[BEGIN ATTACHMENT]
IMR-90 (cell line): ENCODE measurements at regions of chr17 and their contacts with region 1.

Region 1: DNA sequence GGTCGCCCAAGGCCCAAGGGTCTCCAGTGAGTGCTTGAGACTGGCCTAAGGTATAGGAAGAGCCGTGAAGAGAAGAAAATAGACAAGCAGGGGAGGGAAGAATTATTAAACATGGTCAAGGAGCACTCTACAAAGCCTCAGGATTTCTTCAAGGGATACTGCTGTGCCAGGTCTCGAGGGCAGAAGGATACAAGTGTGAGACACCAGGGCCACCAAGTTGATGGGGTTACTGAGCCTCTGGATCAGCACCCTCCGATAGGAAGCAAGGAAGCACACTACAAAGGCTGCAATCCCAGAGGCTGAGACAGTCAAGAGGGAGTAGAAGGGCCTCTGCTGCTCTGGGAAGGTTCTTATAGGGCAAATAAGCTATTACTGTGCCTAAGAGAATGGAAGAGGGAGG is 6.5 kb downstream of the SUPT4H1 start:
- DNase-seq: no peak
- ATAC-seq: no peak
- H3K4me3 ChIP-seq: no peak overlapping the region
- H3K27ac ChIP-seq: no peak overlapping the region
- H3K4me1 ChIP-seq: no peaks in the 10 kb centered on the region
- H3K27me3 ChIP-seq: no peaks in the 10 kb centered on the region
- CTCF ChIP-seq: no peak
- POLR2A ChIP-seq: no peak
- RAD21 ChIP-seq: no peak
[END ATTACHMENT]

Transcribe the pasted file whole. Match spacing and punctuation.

IMR-90 (cell line): ENCODE measurements at regions of chr17 and their contacts with region 1.

Region 1: DNA sequence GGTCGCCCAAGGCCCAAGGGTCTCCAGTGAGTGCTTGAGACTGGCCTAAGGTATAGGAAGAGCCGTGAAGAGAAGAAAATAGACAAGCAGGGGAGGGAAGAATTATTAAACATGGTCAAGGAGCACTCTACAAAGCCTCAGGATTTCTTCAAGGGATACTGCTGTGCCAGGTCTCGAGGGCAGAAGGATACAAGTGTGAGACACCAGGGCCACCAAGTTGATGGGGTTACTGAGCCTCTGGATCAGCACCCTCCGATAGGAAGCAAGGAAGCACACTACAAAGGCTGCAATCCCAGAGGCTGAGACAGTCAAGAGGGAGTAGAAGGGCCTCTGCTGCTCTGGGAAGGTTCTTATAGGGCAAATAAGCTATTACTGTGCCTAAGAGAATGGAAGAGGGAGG is 6.5 kb downstream of the SUPT4H1 start:
- DNase-seq: no peak
- ATAC-seq: no peak
- H3K4me3 ChIP-seq: no peak overlapping the region
- H3K27ac ChIP-seq: no peak overlapping the region
- H3K4me1 ChIP-seq: no peaks in the 10 kb centered on the region
- H3K27me3 ChIP-seq: no peaks in the 10 kb centered on the region
- CTCF ChIP-seq: no peak
- POLR2A ChIP-seq: no peak
- RAD21 ChIP-seq: no peak